You have to pay money for the mappack, thus you have to pay money for the patch.

I don’t really know what codemasters was thinking – anyone who buys the game used won’t get the maps, and there’s plenty of people who are going to be buying this turd used. Maybe they get a kickback from gamestop. I’m trading it in while I can still get $25 for it and buying Modern Warfare 2. Maybe when Battlefield Bad Company 2 comes out (what is with these terrible titles?) we’ll have a half decent total war game.

Review of Operation Flashpoint: Dragon Rising

I traded in Fallout 3 and Burnout: Paradise (the weakest of the series) for Dragon Rising. Fallout was fun but I got about halfway through, got stuck, wandered way off the trail and it got sort of boring after awhile. The constant scrabble for ammo and need to repair guns and such just didn’t interest me. Or, to put it mildly, I spent too much time trying to live and too little time enjoying the landscape. Maybe it was the open-ended plot or the fact that I grew up exposed to 1950s “rocket boy” literature (grandpa loved the stuff) but the game didn’t really click for me.

On the other hand, I also grew up hunting and shooting and I’ve never seen that in a game. Cabelas has their releases, but weirdly enough Dragon Rising has more in common with a hunting game at first glance than it does with other “outdoor engagement simulators”. There’s plants, you can hide in plants, you can hide among weeds, bushes will slow down bullets and deflect them. Weapons jam. There’s wonderful little folds in the terrain you can hide in, and there’s plenty of hiking. Without a truck, get used to humping that pack. Oh, and there’s an actual ballistics model.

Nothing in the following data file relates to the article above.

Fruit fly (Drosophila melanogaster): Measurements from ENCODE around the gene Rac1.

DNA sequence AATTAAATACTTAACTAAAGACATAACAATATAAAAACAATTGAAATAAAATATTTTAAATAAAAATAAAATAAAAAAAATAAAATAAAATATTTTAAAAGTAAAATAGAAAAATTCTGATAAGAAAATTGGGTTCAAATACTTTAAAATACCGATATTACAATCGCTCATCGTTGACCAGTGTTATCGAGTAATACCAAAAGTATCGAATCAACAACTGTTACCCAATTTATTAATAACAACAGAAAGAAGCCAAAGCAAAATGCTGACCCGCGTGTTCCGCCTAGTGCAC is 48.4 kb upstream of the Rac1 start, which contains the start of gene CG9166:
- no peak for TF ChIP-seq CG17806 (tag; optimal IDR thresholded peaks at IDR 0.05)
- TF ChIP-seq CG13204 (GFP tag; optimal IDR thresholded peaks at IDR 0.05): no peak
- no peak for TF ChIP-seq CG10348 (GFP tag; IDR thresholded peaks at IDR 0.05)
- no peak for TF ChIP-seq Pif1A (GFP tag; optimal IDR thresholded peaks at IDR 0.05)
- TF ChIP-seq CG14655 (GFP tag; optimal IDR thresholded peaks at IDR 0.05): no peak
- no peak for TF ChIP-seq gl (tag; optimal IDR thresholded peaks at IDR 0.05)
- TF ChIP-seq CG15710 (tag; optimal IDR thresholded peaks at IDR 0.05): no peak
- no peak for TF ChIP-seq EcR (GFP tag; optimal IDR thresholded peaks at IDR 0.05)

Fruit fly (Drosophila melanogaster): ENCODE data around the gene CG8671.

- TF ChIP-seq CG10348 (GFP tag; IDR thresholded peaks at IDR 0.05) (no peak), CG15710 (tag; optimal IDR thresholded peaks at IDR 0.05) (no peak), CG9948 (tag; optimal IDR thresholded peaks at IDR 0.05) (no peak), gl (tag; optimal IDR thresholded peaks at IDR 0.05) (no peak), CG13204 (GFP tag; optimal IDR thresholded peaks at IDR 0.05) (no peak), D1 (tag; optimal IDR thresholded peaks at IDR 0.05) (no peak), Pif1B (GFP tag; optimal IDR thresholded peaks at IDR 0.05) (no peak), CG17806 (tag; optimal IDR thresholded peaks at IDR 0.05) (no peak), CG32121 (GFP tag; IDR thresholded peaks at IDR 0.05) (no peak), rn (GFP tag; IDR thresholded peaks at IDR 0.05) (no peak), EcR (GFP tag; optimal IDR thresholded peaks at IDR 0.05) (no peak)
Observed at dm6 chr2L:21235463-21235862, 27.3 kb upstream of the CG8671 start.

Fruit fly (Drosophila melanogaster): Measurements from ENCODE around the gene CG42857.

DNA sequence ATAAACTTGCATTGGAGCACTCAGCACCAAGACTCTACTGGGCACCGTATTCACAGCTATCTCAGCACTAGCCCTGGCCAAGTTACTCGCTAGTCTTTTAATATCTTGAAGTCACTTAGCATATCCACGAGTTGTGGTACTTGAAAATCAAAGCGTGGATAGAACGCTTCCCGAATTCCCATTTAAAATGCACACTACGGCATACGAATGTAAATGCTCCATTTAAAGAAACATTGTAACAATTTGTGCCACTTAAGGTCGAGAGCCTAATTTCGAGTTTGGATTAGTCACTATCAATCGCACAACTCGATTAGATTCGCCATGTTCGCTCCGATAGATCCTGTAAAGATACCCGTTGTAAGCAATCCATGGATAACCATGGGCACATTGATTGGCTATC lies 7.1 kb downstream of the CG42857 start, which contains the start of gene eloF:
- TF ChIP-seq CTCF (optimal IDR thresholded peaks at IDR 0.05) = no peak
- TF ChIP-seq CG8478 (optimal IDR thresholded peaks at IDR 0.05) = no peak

The graphics are good. It’s not the best looking game I’ve ever seen but the graphics don’t suck. I have the XBOX version. I also have a standard definition TV. If you don’t have high def, expect to squint to read the text. There were a few times I was trying to plant explosives and accidentally pulled out the wrong item. While it’s hilarious to realize you just threw a grenade at your feet, it also blows you up. This is a personal pet peeve of mine since game like Gears of War have extra large subtitles for nonhighdef sets, but in this game you absolutely MUST hear the audio and recognize stuff on shape because you’ve got no hope of reading it otherwise. Speaking of hard-to-read, the manual is useless. It gives you the most general overview of the controls, but really they saved the manual for the guide. If you’re out in the dark about it, download the guide from your favorite torrent site. Frankly I’m not going to pay for the guide because I don’t want to encourage companies to start selling their manuals seperately from the game.